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Discussion Starter #1
Why do the front lower control arms on a Mark have a different part number than the thunderbird? Whats the difference? I know the uppers have the tab for the level sensor, but what is different about the lower arm? Arent the uppers the same as far as shape goes? Thanks in advance!
 

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Super Moderator
1997 Thunderbird 4.6, 1998 Mark VIII LSC
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The only difference I'm aware of on the fronts is a small cup washer at the frame connection when the FN10 LCAs don't have it. And the ride height sensor tab is the only difference on the uppers.

The LCAs and UCAs are exactly the same otherwise.
 

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The only difference I'm aware of on the fronts is a small cup washer at the frame connection when the FN10 LCAs don't have it. And the ride height sensor tab is the only difference on the uppers.

The LCAs and UCAs are exactly the same otherwise.
My upper ball joint was worn out on my FN10 and I swapped in the MN12 good UCA I had. I converted to springs anyhow, so I didn't need that stupid little air bag height sensor.

I also swapped the LCA from the MN12 into the FN10 and didn't even notice they were different at all.
 

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pendejo
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I think it's funny that the arms with the softer bushings cost so much more... Well not HA HA funny...
 

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I think it's funny that the arms with the softer bushings cost so much more... Well not HA HA funny...
So what y'all are saying is that since I put a Sport TBird LCA on the driver's side of my Mark VIII, but have the original LCA on the other size that one side with be harder & stiffer? :eek:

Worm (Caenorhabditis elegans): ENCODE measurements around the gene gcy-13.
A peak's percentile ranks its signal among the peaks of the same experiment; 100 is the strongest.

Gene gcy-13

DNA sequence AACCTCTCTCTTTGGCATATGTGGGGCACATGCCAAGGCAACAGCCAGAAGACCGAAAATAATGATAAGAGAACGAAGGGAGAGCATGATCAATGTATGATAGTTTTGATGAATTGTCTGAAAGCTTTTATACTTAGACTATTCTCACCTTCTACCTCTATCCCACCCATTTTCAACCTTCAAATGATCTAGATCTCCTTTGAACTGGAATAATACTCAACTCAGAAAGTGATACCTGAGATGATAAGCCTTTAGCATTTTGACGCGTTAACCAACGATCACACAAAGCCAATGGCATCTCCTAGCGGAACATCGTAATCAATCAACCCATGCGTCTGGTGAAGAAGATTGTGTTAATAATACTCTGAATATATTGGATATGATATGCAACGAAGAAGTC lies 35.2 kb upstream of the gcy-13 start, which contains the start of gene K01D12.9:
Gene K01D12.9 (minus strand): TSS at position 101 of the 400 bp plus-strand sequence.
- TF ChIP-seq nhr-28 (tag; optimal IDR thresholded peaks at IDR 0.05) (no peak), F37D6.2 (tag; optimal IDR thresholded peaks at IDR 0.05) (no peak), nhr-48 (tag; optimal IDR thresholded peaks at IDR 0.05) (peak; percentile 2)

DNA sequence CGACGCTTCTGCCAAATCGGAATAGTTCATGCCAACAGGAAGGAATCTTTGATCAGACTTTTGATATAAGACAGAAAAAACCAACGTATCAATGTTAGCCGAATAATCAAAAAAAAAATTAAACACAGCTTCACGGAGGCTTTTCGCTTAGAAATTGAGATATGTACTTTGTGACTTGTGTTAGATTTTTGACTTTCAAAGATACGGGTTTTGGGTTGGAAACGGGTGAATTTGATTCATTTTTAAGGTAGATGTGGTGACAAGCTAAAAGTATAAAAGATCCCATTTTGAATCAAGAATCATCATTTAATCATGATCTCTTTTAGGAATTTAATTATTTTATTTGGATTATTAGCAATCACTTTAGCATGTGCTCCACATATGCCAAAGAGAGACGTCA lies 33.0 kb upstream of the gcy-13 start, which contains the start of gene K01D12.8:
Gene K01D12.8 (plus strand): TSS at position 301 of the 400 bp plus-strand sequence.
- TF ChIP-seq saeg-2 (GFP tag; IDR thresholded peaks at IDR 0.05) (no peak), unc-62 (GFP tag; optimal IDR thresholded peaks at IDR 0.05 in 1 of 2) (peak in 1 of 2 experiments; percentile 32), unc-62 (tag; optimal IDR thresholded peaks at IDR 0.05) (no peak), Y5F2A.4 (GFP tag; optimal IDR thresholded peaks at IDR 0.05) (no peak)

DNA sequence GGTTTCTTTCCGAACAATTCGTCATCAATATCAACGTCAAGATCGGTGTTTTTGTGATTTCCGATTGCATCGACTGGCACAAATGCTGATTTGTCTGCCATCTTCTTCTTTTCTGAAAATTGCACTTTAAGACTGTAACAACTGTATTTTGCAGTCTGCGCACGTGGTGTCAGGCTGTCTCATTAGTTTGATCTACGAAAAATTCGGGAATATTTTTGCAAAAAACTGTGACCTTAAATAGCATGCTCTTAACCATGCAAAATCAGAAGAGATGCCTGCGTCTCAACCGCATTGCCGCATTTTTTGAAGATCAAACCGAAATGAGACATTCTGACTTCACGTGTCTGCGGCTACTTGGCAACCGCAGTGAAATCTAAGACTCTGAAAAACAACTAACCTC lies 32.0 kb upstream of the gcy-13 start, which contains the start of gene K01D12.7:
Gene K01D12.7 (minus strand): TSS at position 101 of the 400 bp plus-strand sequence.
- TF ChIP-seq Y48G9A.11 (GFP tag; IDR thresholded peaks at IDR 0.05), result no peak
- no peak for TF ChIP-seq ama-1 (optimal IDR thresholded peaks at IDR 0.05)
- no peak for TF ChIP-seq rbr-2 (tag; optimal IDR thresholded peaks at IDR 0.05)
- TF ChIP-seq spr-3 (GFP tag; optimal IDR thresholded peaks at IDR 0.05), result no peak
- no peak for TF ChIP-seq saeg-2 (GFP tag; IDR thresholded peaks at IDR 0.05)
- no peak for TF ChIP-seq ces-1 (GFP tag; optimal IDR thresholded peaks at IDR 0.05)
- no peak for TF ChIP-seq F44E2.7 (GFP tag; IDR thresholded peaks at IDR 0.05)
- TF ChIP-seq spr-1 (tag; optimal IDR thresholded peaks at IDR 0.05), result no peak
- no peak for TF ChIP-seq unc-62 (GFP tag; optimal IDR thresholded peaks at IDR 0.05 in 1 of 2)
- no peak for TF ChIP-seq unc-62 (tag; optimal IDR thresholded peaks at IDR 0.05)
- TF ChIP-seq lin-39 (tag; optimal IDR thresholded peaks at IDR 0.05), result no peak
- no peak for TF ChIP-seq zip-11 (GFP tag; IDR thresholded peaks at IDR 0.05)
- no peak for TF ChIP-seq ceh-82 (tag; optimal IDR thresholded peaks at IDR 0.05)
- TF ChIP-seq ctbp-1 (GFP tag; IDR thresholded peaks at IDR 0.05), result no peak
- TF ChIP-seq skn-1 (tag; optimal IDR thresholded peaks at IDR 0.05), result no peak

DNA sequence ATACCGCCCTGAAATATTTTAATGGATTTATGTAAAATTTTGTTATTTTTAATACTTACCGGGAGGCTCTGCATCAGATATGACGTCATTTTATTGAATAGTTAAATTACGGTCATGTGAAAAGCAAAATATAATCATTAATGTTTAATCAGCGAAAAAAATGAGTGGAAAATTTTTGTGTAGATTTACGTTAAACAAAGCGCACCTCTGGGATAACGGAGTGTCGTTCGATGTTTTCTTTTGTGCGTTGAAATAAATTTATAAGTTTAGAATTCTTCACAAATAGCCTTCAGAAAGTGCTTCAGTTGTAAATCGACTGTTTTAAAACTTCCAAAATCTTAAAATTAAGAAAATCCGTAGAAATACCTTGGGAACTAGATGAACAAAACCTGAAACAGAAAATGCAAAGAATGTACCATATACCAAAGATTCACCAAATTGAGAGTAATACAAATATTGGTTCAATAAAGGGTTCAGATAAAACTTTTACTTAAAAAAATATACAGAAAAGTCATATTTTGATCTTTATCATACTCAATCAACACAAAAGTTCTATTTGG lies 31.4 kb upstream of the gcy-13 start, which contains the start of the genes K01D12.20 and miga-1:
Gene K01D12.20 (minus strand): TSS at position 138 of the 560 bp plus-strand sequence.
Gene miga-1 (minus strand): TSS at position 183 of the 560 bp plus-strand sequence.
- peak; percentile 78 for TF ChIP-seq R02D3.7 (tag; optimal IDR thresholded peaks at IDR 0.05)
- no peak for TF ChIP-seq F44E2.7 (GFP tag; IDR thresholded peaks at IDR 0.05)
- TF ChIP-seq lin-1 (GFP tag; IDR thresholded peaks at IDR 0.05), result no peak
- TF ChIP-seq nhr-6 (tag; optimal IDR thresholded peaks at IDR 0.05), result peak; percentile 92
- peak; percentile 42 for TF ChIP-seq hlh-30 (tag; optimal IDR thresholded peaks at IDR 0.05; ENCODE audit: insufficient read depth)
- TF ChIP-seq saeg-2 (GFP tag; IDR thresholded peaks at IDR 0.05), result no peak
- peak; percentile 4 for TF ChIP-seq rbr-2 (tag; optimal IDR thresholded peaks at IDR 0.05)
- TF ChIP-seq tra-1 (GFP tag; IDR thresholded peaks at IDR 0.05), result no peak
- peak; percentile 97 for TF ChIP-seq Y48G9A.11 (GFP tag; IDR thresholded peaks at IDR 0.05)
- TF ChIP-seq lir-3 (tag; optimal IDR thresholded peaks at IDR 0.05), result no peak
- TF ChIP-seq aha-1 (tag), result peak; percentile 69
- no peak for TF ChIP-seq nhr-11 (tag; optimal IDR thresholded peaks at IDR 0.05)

Say it ain't so! Well, at least the stiffer side is the side I have my fat a** in! :tongue:
 

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For the most part, the prefix and potentially the suffix will always be different because of desinating application on the prefix and either a revision, color, or some other detail on the suffix, the middle, the basic part number, will typically be the same between ALL FLM vehicles...example, a 96 bird will be an F6SZ is a 96 bird and typically a 96 Lincoln would be F6VZ...then the basic part number, like an 1130 would be a wheel cover and then, say A as a suffix would typically denote something like it is the original version, AA or AB might be a second revision, etc. So say, F6SZ-1130-A = 96 bird wheel cover F6VZ-1130-a = the same thing for a lincoln application, IIRC F6TZ would be a truck, and so on and so on

in the case of the mark arm vs the bird, there are differences, sometimes there may not be a difference, it might be an identical part, with a different part number, and a different price, although many things really are model specific, even if they look the same physically, and do the same thing, bird/mark/ranger/mustang/etc. cruise switches are a very good example of this.

Of course starting in 1999 or so, ford switched up their part numbering system, in the prefix area and now there is this whole other thing going on, for the sake of international business, world cars, etc. It all still has meaning it's just different now. Henry Ford really was a genious to come up with the part numbering system he came up with, compared to the other manufacturers...GM and chryslter and ALL the imports all use very similar, very hard to understand part numbering systems, ford is very, very, very straight forward and easy. Remembering basic number groups and what they all are is really the only difficult part of that.
 
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